How To Tell If Your Commute Is Killing You

Sitting in your car is bad enough. Not getting anything done to help your day makes it unbearable–and fattening.

How To Tell If Your Commute Is Killing You
[Image: Flickr user Daniel Foster]

The U.S. Census has a term for the 10.8 million Americans with a 90-minute or longer trek to work: megacommuters. Rebecca Miller of New Brighton, Pennsylvania, is one of them.


As Forbes reports, the 27-year-old leaves her place at 5:30 a.m. every weekday to drive to the nearest Park-and-Ride, then grabs the 6 a.m. bus to Pittsburgh, then hops on a train headed downtown, then gets on another bus to get to her job at the University of Pittsburgh by 7:45 a.m. Then she does the reverse when work closes–giving her, effectively, 14-hour days.

Miller is an extreme case: the average American’s commute is about 25 minutes, though it’s much higher in big cities. If we zoom out, billions of people are commuting around the world every day, to the point that 4% to 10% of our workday waking time is spent commuting.

What is all that transit doing to us? Research shows that if you don’t schlep well, it will wear you down, burn you out, and over the long run, could even kill you.

Why? A lot of it has to do with the way you commute–and how much time the trek to work takes you.

As Jane E. Brody writes for the New York Times, most people get to work in ways that aren’t the greenest or the healthiest. According to the Census Bureau, 75% of commuters drive to work all by their lonesome, 5% take public transit, 2.9% walk, and a scant 0.6% ride their bikes. So instead of exercising, socializing, cooking, or getting a life-affirming extra hour of sleep, folks are stuck behind the wheels of their cars.


To see how your commute compares to everyone else in the U.S., consult WNYC’s amazing interactive map:

How does that all automobiling add up?

As the authors of a Swedish study, much of the making of day-to-day happiness depends on making the mundane parts of life more positive. If you’re satisfied with your work, your family, and your leisure time, so the science says, you’ll be satisfied with your life overall. Yet commuting remains a largely unexamined part of life–perhaps because it is literally the time in between home, the place of family (or at least roommates), and office, the place of work.

And though they’re unexamined, the effects of commutes can be tremendous. If you can cut an hour out of your commute, that makes a relative difference of $40,000 to your happiness levels.

Commutes can affect us positively: commutes provide us privacy, free of family, friends, or colleagues; they provide protected time, absent of email, Facebook, and Twitter; and they, in a way, show some sort of freedom, since if we’re driving, we feel autonomous on our way to work–so long as traffic isn’t getting completely in our way.


But commutes can stifle our days, too: they make us stressed out, to the point that long, traffic-clogged automobile commutes bring “residual stress” into the workplace.

The longer your commute, the more your body will suffer, since the further apart your work, play, and home are, the less time you’ll have for exercise. And if you drive to work instead of taking the train, cycling, or walking, you miss the opportunity to fit activity in your day. In other words, if sitting is the new smoking, then a car commute adds a few cancer sticks to our sedentary habits. A study of 4,297 Texans gives a telling data point: the longer your commute, the authors found, the more your physical activity shrinks–and the more your waistline and body-mass index expands.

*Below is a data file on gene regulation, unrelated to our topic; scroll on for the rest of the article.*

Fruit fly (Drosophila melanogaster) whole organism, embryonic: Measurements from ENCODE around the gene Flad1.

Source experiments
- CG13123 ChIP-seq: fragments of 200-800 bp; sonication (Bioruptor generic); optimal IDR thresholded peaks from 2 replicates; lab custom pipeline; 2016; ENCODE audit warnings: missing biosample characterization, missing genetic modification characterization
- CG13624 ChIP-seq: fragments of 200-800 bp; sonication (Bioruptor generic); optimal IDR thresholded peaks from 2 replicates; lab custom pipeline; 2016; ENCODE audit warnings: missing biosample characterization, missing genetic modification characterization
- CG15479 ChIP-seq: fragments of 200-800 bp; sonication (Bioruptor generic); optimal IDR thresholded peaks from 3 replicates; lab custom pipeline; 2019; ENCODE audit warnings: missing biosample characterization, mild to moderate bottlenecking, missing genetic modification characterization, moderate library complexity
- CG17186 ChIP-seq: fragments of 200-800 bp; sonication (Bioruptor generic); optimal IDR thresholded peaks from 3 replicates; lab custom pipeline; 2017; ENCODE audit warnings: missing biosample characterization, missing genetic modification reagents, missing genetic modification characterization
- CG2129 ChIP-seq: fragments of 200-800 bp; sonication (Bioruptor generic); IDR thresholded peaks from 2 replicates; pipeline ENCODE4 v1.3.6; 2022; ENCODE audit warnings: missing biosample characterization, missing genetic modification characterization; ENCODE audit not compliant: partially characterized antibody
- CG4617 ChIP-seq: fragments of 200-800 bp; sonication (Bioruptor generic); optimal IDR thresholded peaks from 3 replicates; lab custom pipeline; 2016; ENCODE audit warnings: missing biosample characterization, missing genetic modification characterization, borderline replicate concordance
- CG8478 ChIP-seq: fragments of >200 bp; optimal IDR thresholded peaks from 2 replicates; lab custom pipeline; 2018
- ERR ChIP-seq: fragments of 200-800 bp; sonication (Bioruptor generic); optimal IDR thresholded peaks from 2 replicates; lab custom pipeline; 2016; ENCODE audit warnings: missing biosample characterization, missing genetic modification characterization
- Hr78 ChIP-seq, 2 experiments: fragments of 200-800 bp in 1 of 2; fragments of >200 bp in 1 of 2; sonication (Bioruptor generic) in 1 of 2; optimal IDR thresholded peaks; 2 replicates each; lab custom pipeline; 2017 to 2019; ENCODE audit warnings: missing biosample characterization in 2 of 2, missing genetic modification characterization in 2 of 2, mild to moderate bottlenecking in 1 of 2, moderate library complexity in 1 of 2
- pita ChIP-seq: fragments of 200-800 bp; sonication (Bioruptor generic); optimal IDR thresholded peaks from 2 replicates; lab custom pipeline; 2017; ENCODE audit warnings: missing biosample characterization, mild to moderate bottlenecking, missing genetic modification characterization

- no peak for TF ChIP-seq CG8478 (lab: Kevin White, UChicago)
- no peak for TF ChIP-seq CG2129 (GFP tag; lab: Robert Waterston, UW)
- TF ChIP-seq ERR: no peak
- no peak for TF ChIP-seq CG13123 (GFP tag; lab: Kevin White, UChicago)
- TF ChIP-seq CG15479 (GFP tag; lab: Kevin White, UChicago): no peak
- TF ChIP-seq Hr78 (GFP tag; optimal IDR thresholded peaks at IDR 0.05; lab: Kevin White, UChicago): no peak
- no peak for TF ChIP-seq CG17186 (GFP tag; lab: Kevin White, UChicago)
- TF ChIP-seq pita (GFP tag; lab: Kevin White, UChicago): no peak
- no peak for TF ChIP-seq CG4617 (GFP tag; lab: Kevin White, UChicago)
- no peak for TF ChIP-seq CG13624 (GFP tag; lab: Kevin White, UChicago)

But it’s not just your physical health that falls off. Your mental health takes a hit, as well. Another Swedish study found that long commutes led to exhaustion, sleeplessness, and missed days from work–all of which can lead to burnout.

Committing to a better commute

Humans are really amazing at adaptation, even to the weird situations we collectively put ourselves in. If we want to be less aggravated by the time we get to work (and thus more productive), then we can take a few steps to making the commute more productive, healthier, and generally more awesome. Like by:

Shifting the travel time: If your team approves of a morning spent working remotely, get your first tasks done at home or in the coffee shop. This allows rush hour to rush by and into uninterrupted, might-as-well-be-in-a-cave-type focus.


Catch up on your news: When we last wrote about perfecting the commute, we received a range of happy-commute-cultivating comments. Ezi Boteach, who’s been commuting in the Bay Area for 10 years, recommended these apps to make the journey more edifying:

  • Web2go: you can get any website read out loud to you (Android)
  • StreamShell : reads email, weather, stocks and RSS feeds (Android)
  • erem: reads news and social channels (Android/iPhone)

Immerse yourself in learning If subway commuters love the train for the way it enables book-burrowing, then with a little preparation you can similarly amass knowledge. Commenter Jason Worley goes as far as shaping a curriculum: I theme each week or two weeks with a certain idea or topic I want to think about. From Disciplined Dreaming to The Superiority of Man, I drown myself in all sorts of thoughts.

Or just move to New York: Those walk-happy, bike-crazy city dwellers weigh six to seven pounds less than suburbanites.

Hat tip: the New York Times.

About the author

Drake Baer was a contributing writer at Fast Company, where he covered work culture. He's the co-author of Everything Connects, a book about how intrapersonal, interpersonal, and organizational psychology shape innovation.